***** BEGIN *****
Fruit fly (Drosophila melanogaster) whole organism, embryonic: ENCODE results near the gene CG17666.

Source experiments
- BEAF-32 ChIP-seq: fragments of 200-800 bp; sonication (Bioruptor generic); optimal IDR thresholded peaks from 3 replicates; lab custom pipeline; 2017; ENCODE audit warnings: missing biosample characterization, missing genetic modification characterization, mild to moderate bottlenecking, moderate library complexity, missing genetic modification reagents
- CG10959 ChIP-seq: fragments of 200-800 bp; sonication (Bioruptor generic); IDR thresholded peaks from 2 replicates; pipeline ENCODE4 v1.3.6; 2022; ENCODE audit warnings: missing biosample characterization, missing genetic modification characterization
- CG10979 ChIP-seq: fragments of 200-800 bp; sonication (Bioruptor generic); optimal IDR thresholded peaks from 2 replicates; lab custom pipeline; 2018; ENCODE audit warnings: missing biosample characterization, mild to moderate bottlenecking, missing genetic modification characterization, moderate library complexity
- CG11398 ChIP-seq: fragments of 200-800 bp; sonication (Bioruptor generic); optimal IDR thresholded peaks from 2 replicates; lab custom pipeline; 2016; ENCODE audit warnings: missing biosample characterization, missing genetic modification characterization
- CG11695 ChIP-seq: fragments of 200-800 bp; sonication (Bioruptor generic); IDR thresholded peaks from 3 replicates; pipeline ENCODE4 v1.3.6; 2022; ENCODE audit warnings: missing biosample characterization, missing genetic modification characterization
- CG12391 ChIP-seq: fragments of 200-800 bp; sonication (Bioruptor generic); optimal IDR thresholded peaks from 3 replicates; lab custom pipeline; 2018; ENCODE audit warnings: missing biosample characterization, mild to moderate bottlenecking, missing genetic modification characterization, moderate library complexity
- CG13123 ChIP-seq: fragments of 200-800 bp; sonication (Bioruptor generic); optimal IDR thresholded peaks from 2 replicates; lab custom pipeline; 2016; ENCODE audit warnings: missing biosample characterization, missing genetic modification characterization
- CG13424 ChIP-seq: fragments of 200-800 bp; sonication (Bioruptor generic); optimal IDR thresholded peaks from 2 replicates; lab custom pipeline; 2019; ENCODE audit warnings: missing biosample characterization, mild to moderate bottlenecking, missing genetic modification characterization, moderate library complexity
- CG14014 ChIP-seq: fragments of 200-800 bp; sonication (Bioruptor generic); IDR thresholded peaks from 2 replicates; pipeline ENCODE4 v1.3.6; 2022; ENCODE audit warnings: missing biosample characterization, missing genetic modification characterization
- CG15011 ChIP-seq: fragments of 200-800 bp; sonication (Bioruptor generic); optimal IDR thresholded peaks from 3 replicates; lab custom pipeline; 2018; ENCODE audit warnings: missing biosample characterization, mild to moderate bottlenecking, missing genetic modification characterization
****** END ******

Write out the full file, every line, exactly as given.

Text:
Fruit fly (Drosophila melanogaster) whole organism, embryonic: ENCODE results near the gene CG17666.

Source experiments
- BEAF-32 ChIP-seq: fragments of 200-800 bp; sonication (Bioruptor generic); optimal IDR thresholded peaks from 3 replicates; lab custom pipeline; 2017; ENCODE audit warnings: missing biosample characterization, missing genetic modification characterization, mild to moderate bottlenecking, moderate library complexity, missing genetic modification reagents
- CG10959 ChIP-seq: fragments of 200-800 bp; sonication (Bioruptor generic); IDR thresholded peaks from 2 replicates; pipeline ENCODE4 v1.3.6; 2022; ENCODE audit warnings: missing biosample characterization, missing genetic modification characterization
- CG10979 ChIP-seq: fragments of 200-800 bp; sonication (Bioruptor generic); optimal IDR thresholded peaks from 2 replicates; lab custom pipeline; 2018; ENCODE audit warnings: missing biosample characterization, mild to moderate bottlenecking, missing genetic modification characterization, moderate library complexity
- CG11398 ChIP-seq: fragments of 200-800 bp; sonication (Bioruptor generic); optimal IDR thresholded peaks from 2 replicates; lab custom pipeline; 2016; ENCODE audit warnings: missing biosample characterization, missing genetic modification characterization
- CG11695 ChIP-seq: fragments of 200-800 bp; sonication (Bioruptor generic); IDR thresholded peaks from 3 replicates; pipeline ENCODE4 v1.3.6; 2022; ENCODE audit warnings: missing biosample characterization, missing genetic modification characterization
- CG12391 ChIP-seq: fragments of 200-800 bp; sonication (Bioruptor generic); optimal IDR thresholded peaks from 3 replicates; lab custom pipeline; 2018; ENCODE audit warnings: missing biosample characterization, mild to moderate bottlenecking, missing genetic modification characterization, moderate library complexity
- CG13123 ChIP-seq: fragments of 200-800 bp; sonication (Bioruptor generic); optimal IDR thresholded peaks from 2 replicates; lab custom pipeline; 2016; ENCODE audit warnings: missing biosample characterization, missing genetic modification characterization
- CG13424 ChIP-seq: fragments of 200-800 bp; sonication (Bioruptor generic); optimal IDR thresholded peaks from 2 replicates; lab custom pipeline; 2019; ENCODE audit warnings: missing biosample characterization, mild to moderate bottlenecking, missing genetic modification characterization, moderate library complexity
- CG14014 ChIP-seq: fragments of 200-800 bp; sonication (Bioruptor generic); IDR thresholded peaks from 2 replicates; pipeline ENCODE4 v1.3.6; 2022; ENCODE audit warnings: missing biosample characterization, missing genetic modification characterization
- CG15011 ChIP-seq: fragments of 200-800 bp; sonication (Bioruptor generic); optimal IDR thresholded peaks from 3 replicates; lab custom pipeline; 2018; ENCODE audit warnings: missing biosample characterization, mild to moderate bottlenecking, missing genetic modification characterization